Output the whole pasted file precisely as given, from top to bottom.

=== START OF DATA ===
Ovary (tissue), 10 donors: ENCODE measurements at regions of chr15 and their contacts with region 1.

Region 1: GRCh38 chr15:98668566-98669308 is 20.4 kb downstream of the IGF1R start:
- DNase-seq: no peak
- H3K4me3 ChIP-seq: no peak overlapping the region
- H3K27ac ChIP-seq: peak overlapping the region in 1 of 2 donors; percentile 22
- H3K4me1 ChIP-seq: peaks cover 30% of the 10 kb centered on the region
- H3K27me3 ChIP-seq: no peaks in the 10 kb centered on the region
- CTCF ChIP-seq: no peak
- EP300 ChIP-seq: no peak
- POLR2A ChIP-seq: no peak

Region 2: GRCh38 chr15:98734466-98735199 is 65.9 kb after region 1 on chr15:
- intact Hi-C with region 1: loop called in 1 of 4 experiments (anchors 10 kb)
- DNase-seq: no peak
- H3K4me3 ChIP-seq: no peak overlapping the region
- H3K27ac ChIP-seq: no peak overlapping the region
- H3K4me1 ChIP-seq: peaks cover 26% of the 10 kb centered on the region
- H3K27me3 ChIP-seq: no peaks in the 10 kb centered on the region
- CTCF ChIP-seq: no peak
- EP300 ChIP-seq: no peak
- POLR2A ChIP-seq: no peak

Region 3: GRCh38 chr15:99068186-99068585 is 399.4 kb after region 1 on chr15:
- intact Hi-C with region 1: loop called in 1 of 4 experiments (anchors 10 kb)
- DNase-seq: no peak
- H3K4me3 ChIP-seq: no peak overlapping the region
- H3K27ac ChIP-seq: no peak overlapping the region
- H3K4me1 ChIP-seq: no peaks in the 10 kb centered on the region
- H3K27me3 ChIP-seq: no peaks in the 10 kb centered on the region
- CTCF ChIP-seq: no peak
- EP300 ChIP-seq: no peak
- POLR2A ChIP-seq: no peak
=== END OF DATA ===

Ovary (tissue), 10 donors: ENCODE measurements at regions of chr15 and their contacts with region 1.

Region 1: GRCh38 chr15:98668566-98669308 is 20.4 kb downstream of the IGF1R start:
- DNase-seq: no peak
- H3K4me3 ChIP-seq: no peak overlapping the region
- H3K27ac ChIP-seq: peak overlapping the region in 1 of 2 donors; percentile 22
- H3K4me1 ChIP-seq: peaks cover 30% of the 10 kb centered on the region
- H3K27me3 ChIP-seq: no peaks in the 10 kb centered on the region
- CTCF ChIP-seq: no peak
- EP300 ChIP-seq: no peak
- POLR2A ChIP-seq: no peak

Region 2: GRCh38 chr15:98734466-98735199 is 65.9 kb after region 1 on chr15:
- intact Hi-C with region 1: loop called in 1 of 4 experiments (anchors 10 kb)
- DNase-seq: no peak
- H3K4me3 ChIP-seq: no peak overlapping the region
- H3K27ac ChIP-seq: no peak overlapping the region
- H3K4me1 ChIP-seq: peaks cover 26% of the 10 kb centered on the region
- H3K27me3 ChIP-seq: no peaks in the 10 kb centered on the region
- CTCF ChIP-seq: no peak
- EP300 ChIP-seq: no peak
- POLR2A ChIP-seq: no peak

Region 3: GRCh38 chr15:99068186-99068585 is 399.4 kb after region 1 on chr15:
- intact Hi-C with region 1: loop called in 1 of 4 experiments (anchors 10 kb)
- DNase-seq: no peak
- H3K4me3 ChIP-seq: no peak overlapping the region
- H3K27ac ChIP-seq: no peak overlapping the region
- H3K4me1 ChIP-seq: no peaks in the 10 kb centered on the region
- H3K27me3 ChIP-seq: no peaks in the 10 kb centered on the region
- CTCF ChIP-seq: no peak
- EP300 ChIP-seq: no peak
- POLR2A ChIP-seq: no peak